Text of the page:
Those of us who thought it likely that the war in Iraq would lead to vast numbers of civilian casualties have been shown by events to have been mistaken. But there have, indeed, been many civilian casualties, and the full accounting of the deaths and injuries has not yet been made. Vast destruction has been inflicted on Iraq from the air.
However the quick collapse of Saddam Hussein's regime has given the USA and the UK an easy victory. Saddam's kitsch-heroic talk of mass resistance was only bluff and bluster. The fascistic Ba'ath regime stood on rotten foundations. In the recent "elections", Saddam Hussein could get 100% support; but large numbers of Iraqis danced in the streets to celebrate the fall of his regime. It is difficult not to see these scenes as equivalent to those in Italian streets when Mussolini's fascist regime was brought down. If he is not dead, Saddam Hussein is a fugitive, running for his life.
The collapse of the repressive Ba'athist state has led to a great welling up from the depths of Iraqi society of those who have been most ground down. The extraordinary orgy of looting - even of hospitals - was a form of class struggle: anarchic, un-politicised, primitive. That they looted hospitals and museums is one measure of how shut out they have felt from the "civilisation" over which the mass murderer Saddam Hussein presided. It needs to be said clearly that despite all that is negative and bad in Iraq now, the smashing of Saddam's quasi-fascist regime is an immense gain for the working class all over the world.
Does it follow, then, that we were wrong to oppose Bush and Blair? No it does not! It is not at all clear what the Americans and their British satellites will make of their victory. Immediately, they are installing US military rule. Already they have given out contracts with billions of dollars for reconstruction of Iraq to American companies - exclusively to American companies. Some influential Americans talk of military rule for three interim months, others of six months, others of a longer period. George Bush says that the "United Nations" - that is essentially, the other big powers, like France and Germany - are to have an important role in reconstructing Iraq, but not a central role. Here, it is a case of "to the victors, the spoils"; that is, to the Americans.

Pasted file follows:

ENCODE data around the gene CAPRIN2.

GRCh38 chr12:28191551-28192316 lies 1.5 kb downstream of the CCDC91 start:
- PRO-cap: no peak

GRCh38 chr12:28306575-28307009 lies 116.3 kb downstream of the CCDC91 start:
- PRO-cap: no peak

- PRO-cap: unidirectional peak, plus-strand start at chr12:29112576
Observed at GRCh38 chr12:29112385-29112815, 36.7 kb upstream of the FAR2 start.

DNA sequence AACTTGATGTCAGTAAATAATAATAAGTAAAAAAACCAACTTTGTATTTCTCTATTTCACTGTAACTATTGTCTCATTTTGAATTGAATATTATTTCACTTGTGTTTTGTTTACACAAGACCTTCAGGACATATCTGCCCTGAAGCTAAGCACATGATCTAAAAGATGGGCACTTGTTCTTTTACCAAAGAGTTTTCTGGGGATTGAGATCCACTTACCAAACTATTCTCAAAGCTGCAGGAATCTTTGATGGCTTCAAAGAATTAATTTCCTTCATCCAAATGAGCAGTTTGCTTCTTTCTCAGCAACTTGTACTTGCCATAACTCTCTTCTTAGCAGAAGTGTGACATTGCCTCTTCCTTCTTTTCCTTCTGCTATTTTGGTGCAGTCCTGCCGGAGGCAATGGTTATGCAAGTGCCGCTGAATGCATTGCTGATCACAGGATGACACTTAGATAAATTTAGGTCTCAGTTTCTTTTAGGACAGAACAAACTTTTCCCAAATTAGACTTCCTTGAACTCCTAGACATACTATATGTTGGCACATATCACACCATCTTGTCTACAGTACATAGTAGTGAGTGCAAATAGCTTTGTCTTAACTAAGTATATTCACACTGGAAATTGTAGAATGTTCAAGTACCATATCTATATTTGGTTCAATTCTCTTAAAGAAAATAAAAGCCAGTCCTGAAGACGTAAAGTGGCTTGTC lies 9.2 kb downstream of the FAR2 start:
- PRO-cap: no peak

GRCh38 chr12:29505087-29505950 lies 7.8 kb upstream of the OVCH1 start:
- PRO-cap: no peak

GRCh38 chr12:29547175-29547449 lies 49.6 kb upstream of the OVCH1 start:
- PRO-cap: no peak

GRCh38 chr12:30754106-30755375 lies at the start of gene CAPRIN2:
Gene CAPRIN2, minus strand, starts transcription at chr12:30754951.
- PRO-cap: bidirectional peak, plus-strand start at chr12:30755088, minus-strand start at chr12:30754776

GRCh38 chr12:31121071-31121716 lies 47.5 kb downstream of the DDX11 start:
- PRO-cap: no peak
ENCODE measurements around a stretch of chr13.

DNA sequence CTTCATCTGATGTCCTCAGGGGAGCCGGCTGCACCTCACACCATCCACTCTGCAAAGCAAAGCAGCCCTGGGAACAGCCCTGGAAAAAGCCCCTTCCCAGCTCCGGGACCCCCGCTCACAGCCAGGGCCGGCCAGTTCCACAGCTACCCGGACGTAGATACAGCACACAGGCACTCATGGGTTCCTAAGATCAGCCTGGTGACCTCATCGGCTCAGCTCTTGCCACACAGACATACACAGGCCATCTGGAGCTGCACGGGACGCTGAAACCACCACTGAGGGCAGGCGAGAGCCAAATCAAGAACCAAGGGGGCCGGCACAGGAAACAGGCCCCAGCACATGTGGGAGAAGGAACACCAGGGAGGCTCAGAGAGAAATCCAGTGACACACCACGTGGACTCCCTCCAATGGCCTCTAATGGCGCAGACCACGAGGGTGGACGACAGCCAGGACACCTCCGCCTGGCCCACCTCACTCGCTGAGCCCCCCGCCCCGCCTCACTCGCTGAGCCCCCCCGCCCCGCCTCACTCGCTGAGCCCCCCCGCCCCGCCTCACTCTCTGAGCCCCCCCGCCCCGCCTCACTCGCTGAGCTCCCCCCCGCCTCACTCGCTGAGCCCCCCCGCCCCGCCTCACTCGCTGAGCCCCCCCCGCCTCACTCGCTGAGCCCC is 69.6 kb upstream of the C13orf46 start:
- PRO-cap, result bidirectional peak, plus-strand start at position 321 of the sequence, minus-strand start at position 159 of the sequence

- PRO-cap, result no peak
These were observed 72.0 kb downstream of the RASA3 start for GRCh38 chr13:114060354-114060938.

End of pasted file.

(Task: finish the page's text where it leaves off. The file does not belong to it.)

In the build up to the war, during the war and in the aftermath of war, socialists and consistent democrats had no reason to have political confidence in Bush or Blair, to give them prior credit for being likely to do "the right thing" in post-Saddam Iraq, or, by backing their war on Saddam Hussein, to take political responsibility for them. Our responsibility was, and is to help the Iraqi working class.
And what about the peoples of Iraq?
Segments of the Ba'ath party have ruled Iraq since the coup by "Aref the Butcher" in February 1963 - for 40 years. In those years the Iraqi working class has increased and grown enormously in social weight. Before it was destroyed after 1963, there was a mass Iraqi working class movement, led by the Stalinist Communist Party.
We do not know what has survived of the tradition of working class politics - distorted by Stalinism, but nonetheless sociologically, and in the political aspirations of its rank and file members, working-class. The working class is now - for now - again free to act and to develop politically. That is a tremendous gain. Potentially it contains the answer to Iraq's problems - socialism. But the Iraqi bourgeoisie and middle class has also grown. It has already begun to organise and assert itself in the forming of armed vigilante groups made up of "stake in the country" people against the looters. They are thereby beginning to shape the future of Iraq. Elements of the old state apparatus are being put back in place by the British and Americans. Already the Shi'ite Islamic clergy is organising. The Shia are the majority in Iraq, and where Shia, Sunni and Kurds are a mixed population, the Shia are normally the underdogs - in Baghdad for example, where religious sectarian identity and lower class identity merge. There is also a Sunni segment of the working class. Overcoming Sunni-Shia sectarian division in the working class, and recognising the rights of the Kurds as a distinct nationality, are prerequisites for the working- class movement of Iraq to re-form itself and go forward.
The Shia religious establishment is organised hierarchically and that gives them, as in Iran, where they organised and led the reactionary Islamic revolution in 1979, a ready made political infrastructure. There is a danger of "democracy" in Iraq taking on an Islamic reactionary character - but that will depend on the discussion and debate and on political struggle in the mass of the people. Iraq has a strong secular tradition: the possibility of something progressive replacing Saddam will depend on progressive secularist Iraq successfully asserting itself against both clerical reaction and US occupation.
What the people of Iraq need now is a Constituent Assembly - elected by universal suffrage - in which a constitution for a new Iraq can be hammered out. It is the alternative to US-British rule, and to "consultative meetings" with representatives hand-picked by the US. It is the necessary next step in developing Iraqi democracy.